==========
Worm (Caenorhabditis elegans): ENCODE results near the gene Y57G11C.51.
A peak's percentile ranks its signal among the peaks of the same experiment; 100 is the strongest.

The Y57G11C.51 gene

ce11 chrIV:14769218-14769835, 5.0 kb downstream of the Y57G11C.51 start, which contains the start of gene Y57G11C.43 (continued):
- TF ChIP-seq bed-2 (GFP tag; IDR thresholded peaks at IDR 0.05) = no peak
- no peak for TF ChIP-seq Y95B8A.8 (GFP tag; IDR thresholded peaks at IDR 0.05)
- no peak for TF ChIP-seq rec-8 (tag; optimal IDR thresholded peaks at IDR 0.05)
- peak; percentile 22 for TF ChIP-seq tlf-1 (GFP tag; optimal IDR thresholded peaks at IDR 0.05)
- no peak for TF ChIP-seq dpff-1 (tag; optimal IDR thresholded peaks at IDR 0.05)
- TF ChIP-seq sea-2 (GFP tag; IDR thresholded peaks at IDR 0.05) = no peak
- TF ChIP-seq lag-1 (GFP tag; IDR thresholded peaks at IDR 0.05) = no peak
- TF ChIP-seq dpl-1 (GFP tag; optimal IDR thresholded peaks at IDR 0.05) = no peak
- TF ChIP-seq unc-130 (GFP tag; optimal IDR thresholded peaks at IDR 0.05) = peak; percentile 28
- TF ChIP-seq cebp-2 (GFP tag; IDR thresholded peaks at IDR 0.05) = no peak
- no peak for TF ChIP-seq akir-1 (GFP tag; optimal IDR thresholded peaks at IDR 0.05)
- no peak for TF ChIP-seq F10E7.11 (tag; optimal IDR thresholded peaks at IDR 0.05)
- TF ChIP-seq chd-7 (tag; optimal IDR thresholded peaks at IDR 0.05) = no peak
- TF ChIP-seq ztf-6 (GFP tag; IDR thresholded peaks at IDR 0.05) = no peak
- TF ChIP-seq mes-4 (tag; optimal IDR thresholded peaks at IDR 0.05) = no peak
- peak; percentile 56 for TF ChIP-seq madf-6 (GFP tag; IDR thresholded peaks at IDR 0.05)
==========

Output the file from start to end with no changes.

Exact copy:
Worm (Caenorhabditis elegans): ENCODE results near the gene Y57G11C.51.
A peak's percentile ranks its signal among the peaks of the same experiment; 100 is the strongest.

The Y57G11C.51 gene

ce11 chrIV:14769218-14769835, 5.0 kb downstream of the Y57G11C.51 start, which contains the start of gene Y57G11C.43 (continued):
- TF ChIP-seq bed-2 (GFP tag; IDR thresholded peaks at IDR 0.05) = no peak
- no peak for TF ChIP-seq Y95B8A.8 (GFP tag; IDR thresholded peaks at IDR 0.05)
- no peak for TF ChIP-seq rec-8 (tag; optimal IDR thresholded peaks at IDR 0.05)
- peak; percentile 22 for TF ChIP-seq tlf-1 (GFP tag; optimal IDR thresholded peaks at IDR 0.05)
- no peak for TF ChIP-seq dpff-1 (tag; optimal IDR thresholded peaks at IDR 0.05)
- TF ChIP-seq sea-2 (GFP tag; IDR thresholded peaks at IDR 0.05) = no peak
- TF ChIP-seq lag-1 (GFP tag; IDR thresholded peaks at IDR 0.05) = no peak
- TF ChIP-seq dpl-1 (GFP tag; optimal IDR thresholded peaks at IDR 0.05) = no peak
- TF ChIP-seq unc-130 (GFP tag; optimal IDR thresholded peaks at IDR 0.05) = peak; percentile 28
- TF ChIP-seq cebp-2 (GFP tag; IDR thresholded peaks at IDR 0.05) = no peak
- no peak for TF ChIP-seq akir-1 (GFP tag; optimal IDR thresholded peaks at IDR 0.05)
- no peak for TF ChIP-seq F10E7.11 (tag; optimal IDR thresholded peaks at IDR 0.05)
- TF ChIP-seq chd-7 (tag; optimal IDR thresholded peaks at IDR 0.05) = no peak
- TF ChIP-seq ztf-6 (GFP tag; IDR thresholded peaks at IDR 0.05) = no peak
- TF ChIP-seq mes-4 (tag; optimal IDR thresholded peaks at IDR 0.05) = no peak
- peak; percentile 56 for TF ChIP-seq madf-6 (GFP tag; IDR thresholded peaks at IDR 0.05)